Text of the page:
In a loudspeaker cabinet, the frequency band must be adapted to the capabilities of each speaker, for example, bass, midrange and treble. Most hifi loudspeakers use passive filters with passive power components (resistors, inductors and resistors) that introduce insertion losses in the signal path. For example, if the tweeter is 3dB more sensitive than the woofer, the resistor used to attenuate the 3dB tweeter will dissipate half of the power delivered by the amplifier. In addition, the passive crossover introduces a degree of freedom between the amplifier and the loudspeaker which limits the control of the latter. The active crossover solves this problem by driving each loudspeaker with a dedicated amplifier ensuring the best possible efficiency and control, the frequency band of the signal being adapted to each loudspeaker upstream of the amplifier. This approach is preferred in the studio. With its Optimizer technology, Trinnov takes the active filter concept to a new level of performance. The active crossover is adapted not only to adapt the frequency band, but also to take into account the acoustic characteristics of the loudspeakers and the listening room in order to ensure the best possible connection between the channels at the listening position.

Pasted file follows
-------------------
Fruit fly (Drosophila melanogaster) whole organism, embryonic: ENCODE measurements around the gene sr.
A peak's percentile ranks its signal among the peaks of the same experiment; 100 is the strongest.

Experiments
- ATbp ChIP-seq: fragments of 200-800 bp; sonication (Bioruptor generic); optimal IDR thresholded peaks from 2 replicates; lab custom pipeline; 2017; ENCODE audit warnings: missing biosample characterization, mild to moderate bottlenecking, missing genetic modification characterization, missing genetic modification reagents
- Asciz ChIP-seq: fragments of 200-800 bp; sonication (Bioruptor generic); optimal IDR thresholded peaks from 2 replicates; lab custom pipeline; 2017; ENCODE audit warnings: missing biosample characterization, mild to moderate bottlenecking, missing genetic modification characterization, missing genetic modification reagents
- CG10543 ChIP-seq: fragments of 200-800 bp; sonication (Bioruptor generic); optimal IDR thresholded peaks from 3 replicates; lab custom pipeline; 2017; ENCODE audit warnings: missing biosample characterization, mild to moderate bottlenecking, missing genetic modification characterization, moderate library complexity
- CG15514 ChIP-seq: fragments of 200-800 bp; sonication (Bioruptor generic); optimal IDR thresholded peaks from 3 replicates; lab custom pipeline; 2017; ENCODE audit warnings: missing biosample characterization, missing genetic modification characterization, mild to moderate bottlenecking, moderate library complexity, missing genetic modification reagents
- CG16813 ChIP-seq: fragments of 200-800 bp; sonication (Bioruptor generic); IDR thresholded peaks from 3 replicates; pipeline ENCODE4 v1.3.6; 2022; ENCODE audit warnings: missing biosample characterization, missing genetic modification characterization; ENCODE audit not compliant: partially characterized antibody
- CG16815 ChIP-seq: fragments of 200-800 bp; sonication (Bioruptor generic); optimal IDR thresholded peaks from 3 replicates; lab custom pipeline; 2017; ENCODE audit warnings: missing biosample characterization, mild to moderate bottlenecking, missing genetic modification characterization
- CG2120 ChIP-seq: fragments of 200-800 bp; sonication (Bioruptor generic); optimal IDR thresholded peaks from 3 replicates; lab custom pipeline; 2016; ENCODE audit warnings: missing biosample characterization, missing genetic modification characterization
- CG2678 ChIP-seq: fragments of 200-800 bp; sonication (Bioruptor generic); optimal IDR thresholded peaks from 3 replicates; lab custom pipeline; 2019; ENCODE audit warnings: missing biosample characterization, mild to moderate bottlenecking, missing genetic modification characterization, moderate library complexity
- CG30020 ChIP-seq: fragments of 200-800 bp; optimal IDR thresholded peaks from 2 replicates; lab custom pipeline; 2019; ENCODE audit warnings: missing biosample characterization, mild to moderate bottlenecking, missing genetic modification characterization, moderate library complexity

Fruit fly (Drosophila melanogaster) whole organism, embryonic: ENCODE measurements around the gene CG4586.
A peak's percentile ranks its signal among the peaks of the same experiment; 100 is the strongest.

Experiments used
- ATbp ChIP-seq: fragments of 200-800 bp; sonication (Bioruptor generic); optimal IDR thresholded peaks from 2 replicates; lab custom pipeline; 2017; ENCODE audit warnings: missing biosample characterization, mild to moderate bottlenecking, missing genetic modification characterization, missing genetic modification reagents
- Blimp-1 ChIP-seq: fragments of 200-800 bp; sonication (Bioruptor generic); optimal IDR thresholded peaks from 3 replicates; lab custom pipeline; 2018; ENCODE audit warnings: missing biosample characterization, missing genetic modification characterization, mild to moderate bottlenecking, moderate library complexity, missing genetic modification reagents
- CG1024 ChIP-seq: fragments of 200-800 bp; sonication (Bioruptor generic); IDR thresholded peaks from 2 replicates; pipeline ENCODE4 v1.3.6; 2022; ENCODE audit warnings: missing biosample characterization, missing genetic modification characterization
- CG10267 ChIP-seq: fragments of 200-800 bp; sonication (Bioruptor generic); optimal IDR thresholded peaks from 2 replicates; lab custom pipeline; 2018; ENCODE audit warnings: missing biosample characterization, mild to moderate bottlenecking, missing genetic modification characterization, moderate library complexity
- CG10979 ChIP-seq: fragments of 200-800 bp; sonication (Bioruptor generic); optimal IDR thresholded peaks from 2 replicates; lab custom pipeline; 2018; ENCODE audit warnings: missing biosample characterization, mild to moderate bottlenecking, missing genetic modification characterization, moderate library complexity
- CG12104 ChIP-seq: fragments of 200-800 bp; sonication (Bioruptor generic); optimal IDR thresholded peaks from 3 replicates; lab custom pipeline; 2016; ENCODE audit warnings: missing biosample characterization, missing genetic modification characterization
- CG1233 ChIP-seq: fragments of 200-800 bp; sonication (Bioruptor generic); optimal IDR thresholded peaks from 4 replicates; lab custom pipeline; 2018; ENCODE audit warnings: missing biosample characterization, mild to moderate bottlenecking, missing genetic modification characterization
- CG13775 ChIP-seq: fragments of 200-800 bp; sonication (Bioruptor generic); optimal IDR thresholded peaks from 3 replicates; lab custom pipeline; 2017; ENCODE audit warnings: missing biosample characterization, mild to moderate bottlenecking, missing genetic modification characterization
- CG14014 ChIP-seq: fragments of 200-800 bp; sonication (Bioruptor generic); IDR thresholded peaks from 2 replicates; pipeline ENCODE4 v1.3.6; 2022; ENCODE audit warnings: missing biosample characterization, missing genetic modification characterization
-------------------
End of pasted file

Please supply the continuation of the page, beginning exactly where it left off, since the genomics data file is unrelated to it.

The acoustic optimisation of the active crossover also controls the directivity of the loudspeakers at crossover frequencies. It ensures that at each crossover frequency, the power emitted by the loudspeaker is concentrated mainly on the listener and not on the walls, so that the result is less dependent on the listening room. It is a kind of acoustic optimization at the source. For example, we work with several manufacturers of high-end loudspeakers who rely totally on our processors for the part dedicated to filtering and concentrate on their core business, the electroacoustic part. We can mention Vidid Audio, Dynaudio, B&W or even AudioNec or Bohne audio in Germany.